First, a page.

Our first episode focusing on Captain Carter. Guess what y’all, she’s a woman.
Spoilers below the cut.
The SG-1 team arrives on a planet where Jackson speculates the people descended from the Mongols (complete with Genghis Khan reference). Shortly after arriving, they rescue a young boy from a pack of attacking dogs and learn that he is the son of the chief and totally not cool with Captain Carter being a woman. Colonel Sassmaster O’Neill is all “how observant of you.” Captain Carter is all “Fight me.” Jackson is “Let’s remember the first rule of science is observation, doctor.” And Teal’c wins my affection by looking 110% done with this shit the entire episode. Or maybe it was his eyebrows.
Abu, the boy who was rescued, takes the team back to his people called The People of the Step where Captain Carter is the only one not invited to a sweet bonfire party where they probably smoke the anesthetic drug that gets like two mentions all episode. Instead, she is forced to dress like the locals and gets kidnapped in the night. Her captor is Abu who wants to trade her at a neighboring tribe because the beauty of a white woman can buy nearly anything. Turns out it’s not enough to buy the life of the neighboring chief’s daughter so Carter is left at the camp while Abu leaves before he is killed. Pleasant bunch, this new tribe.
It is at this camp that this new chief, Turgan, learns the value of asking the skills of a woman before setting a price. Captain Carter cannot cook or sew or weave or spin or dye. She is a warrior and a scholar and does “men’s work.” This and her Fight-Me attitude win her the threat of rape, and she’s chucked into Turgan’s harem. There, Captain Carter becomes an inspiration to the chief’s daughter with the help of a few motivational phrases.
“There is absolutely no reason to beat a woman, ever.”
“Nothing is going to change until one of you says no.”
Meanwhile, the dudes with the help of Chieftain #1 (who is supposedly “more tolerant” of women) have tracked Captain Carter to the neighboring tribe. Instead of breaking her free right away, they march right up to the chief and ask “How much for that one?” Again, Turgan gets pissed when he learns that Captain Carter is a chieftain where she comes from (more allusions to “men’s work”) and refuses to make a deal. Colonel Sassmaster himself pulls out a handgun and knocks out a lantern which becomes the item that buys Carter’s freedom.
But the team can’t escape just yet because Abu’s lady love was caught trying to run away and will now be stoned to death. Except there’s a law that says a chieftain can challenge the stoning of another citizen. Guess who’s apparently a chieftain in this world? That’s right, yo, Captain Carter gets to fight Chief Women Abuser himself.
She kicks his ass in a satisfying fight scene. Plot threads are tied up. And everyone walks away happier than they were before the episode. Oh, and the team takes back some samples of a super awesome anesthetic or something.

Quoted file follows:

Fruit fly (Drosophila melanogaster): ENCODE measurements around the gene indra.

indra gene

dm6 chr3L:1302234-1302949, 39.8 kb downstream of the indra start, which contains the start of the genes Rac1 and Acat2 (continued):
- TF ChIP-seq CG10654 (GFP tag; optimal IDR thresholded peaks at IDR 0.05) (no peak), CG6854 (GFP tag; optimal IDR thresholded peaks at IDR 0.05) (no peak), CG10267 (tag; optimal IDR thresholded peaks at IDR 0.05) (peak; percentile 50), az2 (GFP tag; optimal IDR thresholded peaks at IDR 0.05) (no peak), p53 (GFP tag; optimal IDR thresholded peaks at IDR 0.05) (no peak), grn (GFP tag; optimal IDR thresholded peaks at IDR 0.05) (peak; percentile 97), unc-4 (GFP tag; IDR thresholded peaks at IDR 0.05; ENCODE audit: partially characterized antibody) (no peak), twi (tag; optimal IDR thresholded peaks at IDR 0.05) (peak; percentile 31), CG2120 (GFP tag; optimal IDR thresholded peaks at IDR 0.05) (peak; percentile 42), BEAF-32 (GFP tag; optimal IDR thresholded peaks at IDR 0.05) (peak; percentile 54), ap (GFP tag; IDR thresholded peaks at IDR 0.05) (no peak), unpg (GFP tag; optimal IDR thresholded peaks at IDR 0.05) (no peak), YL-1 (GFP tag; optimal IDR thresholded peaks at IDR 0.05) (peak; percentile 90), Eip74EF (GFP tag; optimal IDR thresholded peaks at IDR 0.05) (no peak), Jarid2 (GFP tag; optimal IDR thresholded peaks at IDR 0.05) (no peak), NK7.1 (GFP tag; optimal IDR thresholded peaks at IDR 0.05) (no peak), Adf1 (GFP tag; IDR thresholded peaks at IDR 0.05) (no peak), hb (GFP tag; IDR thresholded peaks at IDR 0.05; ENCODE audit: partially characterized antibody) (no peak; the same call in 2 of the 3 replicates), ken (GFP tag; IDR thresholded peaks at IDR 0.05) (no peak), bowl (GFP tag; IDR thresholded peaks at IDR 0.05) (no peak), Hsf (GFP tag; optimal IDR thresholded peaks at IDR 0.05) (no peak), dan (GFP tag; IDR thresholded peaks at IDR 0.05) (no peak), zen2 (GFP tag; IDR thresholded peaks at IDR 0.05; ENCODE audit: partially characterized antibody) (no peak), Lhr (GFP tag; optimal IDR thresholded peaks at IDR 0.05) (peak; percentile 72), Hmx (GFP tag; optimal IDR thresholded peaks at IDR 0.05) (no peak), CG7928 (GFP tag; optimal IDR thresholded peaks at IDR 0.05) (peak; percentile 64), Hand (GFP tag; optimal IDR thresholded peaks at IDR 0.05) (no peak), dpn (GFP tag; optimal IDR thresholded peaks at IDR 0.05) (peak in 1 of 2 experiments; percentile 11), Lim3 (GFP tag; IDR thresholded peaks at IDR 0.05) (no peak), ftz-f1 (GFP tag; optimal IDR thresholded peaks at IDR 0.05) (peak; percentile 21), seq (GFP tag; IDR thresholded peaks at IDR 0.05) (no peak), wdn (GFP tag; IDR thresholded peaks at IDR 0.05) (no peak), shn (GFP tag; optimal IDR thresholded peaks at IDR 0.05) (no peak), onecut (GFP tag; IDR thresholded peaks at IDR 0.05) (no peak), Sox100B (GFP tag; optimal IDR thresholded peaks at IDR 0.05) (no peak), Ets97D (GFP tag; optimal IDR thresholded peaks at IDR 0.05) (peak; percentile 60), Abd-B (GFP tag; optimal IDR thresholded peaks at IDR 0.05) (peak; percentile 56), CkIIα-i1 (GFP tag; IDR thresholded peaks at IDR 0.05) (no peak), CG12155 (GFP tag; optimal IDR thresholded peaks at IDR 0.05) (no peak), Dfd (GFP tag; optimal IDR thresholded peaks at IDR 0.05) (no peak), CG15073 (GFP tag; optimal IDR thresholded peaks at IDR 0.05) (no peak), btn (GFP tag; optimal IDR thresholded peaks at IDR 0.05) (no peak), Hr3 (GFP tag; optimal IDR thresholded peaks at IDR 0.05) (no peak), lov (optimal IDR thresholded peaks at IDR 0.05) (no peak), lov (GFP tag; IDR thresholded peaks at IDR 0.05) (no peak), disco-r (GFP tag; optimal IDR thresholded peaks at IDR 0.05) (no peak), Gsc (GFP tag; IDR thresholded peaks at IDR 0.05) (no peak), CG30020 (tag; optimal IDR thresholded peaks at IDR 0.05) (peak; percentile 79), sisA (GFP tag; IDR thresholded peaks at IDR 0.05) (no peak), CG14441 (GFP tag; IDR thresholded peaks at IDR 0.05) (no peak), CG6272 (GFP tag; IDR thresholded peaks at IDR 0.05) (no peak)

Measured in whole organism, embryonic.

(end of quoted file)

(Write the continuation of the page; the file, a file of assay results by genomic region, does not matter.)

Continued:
Overall, this is probably the first of a bunch of self-contained episodes I’ll have to endure until we return to the main plot. Which is great, because that also means character building and adventure and maybe Teal’c will get an episode where he’s not treated like a bad guy or background noise. This is also the first episode that feels as though the show hit its stride.
Everything about this episode screams “Girl Power” which gives me some hope. But this is also from the late 90s so I’m keeping my eye out for The Straw Feminist. Was this episode feminist? I would say so. It didn’t come out and say “feminism” anywhere but it implies that Captain Carter being a woman does not make her a lesser member of the team. It’s a step in the right direction from diverting a conversation to prove she has the right credentials in the first place, credentials that shouldn’t have to be questioned in the first place. But this show is definitely not leading the foray into feminism. At least not yet. It’s trying though, so I will give it a chance in that regard.
Episode loses points for the threat of rape. Two of three episodes so far alluded to rape in some capacity. Blech.
I’d say Captain Carter’s colleagues failed to protect her from the madness that was this episode. Instead of prioritizing Captain Carter’s safety, which was in danger the moment she showed her face, they pushed forward for a drug that’s mentioned maybe three times the entire episode. When she was forced into a ridiculous blue dress, complete with impossible shoulder pads, the only thing they did was ogle her and tell her anthropologists live as the locals all the time, never mind that Captain Carter is not an anthropologist.
I found Captain Carter’s Fight-Me attitude slightly annoying but only because my own reaction to this same situation would have been to roll with it and then sneak in some witty one-liners that exposed your double-standards. Someone direct me to the show where that is how the female character handles this situation.
This episode’s adorable mascot is Teal’c’s perfectly plucked eyebrows.